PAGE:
Environmental Protection Agency (EPA) chief Lisa Jackson extended an olive branch this week to lawmakers who are pushing to block her from regulating carbon emissions in the absence of a congressional climate bill, but Jackson’s promise to delay action until next year appears to have made no headway with Republicans and coal-state Democrats.
If Congress succeeds in blocking the EPA from following through on a Supreme Court mandate to regulate emissions, a legislative path to nationwide pollution limits would effectively become the sole means for the Obama administration to follow through on commitments it made at last year’s Copenhagen climate summit.
But White House climate adviser Carol Browner noted today that a congressional block on the EPA’s authority would have a second wave of consequences for transportation policy — it would jettison the Obama administration’s much-heralded deal to raise auto fuel-efficiency standards to 35.5 mile per gallon by 2016.
"I don’t know why members [of Congress] would want to go out and vote against the science of climate change," Browner told attendees at a climate conference sponsored by The New Republic.
Without EPA authority to regulate emissions under the Clean Air Act, she explained, "there is no car rule" — referring to the agreement to adopt California’s landmark efficiency standards as a national model.
"If the car rule were not to go forward, California would still have all its authorities," Browner added, meaning that the auto industry’s fears of compliance with a "patchwork" of regional fuel standards would become a reality.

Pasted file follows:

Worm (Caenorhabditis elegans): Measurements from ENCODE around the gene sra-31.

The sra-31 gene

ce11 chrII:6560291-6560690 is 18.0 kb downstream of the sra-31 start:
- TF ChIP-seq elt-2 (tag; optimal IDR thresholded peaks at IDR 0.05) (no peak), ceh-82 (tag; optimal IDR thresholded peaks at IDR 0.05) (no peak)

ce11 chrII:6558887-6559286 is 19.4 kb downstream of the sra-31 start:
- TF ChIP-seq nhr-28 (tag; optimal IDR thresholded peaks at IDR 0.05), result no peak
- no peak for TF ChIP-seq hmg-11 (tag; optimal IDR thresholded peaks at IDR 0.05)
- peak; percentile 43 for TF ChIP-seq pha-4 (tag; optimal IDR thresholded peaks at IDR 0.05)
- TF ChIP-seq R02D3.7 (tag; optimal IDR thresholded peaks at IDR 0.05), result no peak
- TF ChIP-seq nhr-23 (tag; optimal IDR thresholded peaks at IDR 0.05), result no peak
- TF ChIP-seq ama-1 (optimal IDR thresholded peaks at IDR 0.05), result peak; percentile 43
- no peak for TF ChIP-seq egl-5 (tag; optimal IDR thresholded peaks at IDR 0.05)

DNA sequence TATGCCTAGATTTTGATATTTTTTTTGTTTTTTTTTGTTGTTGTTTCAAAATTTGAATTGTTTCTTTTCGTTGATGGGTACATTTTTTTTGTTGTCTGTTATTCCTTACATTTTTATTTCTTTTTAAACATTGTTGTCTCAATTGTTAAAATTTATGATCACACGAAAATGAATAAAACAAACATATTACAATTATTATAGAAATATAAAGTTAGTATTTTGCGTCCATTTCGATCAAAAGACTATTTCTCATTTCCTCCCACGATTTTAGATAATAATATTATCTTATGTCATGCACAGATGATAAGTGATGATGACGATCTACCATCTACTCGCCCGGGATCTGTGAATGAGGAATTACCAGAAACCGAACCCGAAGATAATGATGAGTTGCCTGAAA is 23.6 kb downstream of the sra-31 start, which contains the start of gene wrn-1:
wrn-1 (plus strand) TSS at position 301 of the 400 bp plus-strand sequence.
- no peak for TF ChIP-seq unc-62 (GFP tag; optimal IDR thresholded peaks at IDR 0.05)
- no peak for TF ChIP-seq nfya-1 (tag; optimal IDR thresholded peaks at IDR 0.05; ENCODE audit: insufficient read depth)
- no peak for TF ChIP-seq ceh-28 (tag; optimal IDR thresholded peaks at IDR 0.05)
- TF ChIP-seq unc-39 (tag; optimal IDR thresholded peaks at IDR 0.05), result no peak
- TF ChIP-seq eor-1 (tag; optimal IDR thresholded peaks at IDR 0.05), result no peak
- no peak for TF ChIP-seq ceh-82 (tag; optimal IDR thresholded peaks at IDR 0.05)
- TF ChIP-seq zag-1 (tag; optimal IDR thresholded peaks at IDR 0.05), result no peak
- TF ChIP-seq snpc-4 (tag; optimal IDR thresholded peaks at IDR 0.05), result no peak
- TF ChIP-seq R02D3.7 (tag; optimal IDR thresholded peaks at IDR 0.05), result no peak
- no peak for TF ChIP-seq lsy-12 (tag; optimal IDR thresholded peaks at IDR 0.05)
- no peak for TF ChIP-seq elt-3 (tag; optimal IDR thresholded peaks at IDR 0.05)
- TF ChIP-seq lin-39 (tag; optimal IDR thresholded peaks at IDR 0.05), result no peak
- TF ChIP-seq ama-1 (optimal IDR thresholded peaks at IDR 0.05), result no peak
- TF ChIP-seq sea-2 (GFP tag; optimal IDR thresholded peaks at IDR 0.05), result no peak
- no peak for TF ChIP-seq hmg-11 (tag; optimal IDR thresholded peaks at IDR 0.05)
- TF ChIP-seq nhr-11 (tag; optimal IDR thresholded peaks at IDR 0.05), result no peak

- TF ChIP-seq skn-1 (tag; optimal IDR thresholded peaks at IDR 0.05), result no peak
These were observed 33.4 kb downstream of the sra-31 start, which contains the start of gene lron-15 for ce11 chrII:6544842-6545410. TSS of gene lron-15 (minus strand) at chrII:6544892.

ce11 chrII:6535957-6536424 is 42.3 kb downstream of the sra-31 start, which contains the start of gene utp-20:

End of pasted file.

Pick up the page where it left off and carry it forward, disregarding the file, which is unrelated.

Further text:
Browner’s comments came as climate legislation continues to lose momentum in the Senate, giving more political ammunition to lawmakers and industry representatives who seek to stall the process.
Yet Sen. John Kerry (D-MA), one of three negotiators working on a "tri-partisan" climate deal in the upper chamber, took a notably upbeat tone today on the prospects for action this year, and Browner concurred with Kerry’s sentiment.
"We’re all now playing the same game inside the same stadium," she said. "The question is, can we bring it to a successful conclusion? … We’re fully engaged in this effort."
One move the White House won’t make, per Browner, is to release its own set of specific climate proposals, similar to the health care reform plan released by the president this week. That leaves unclear the administration’s stance on several simmering environmental debates, including the share of revenue from a future climate bill that should go to clean transportation.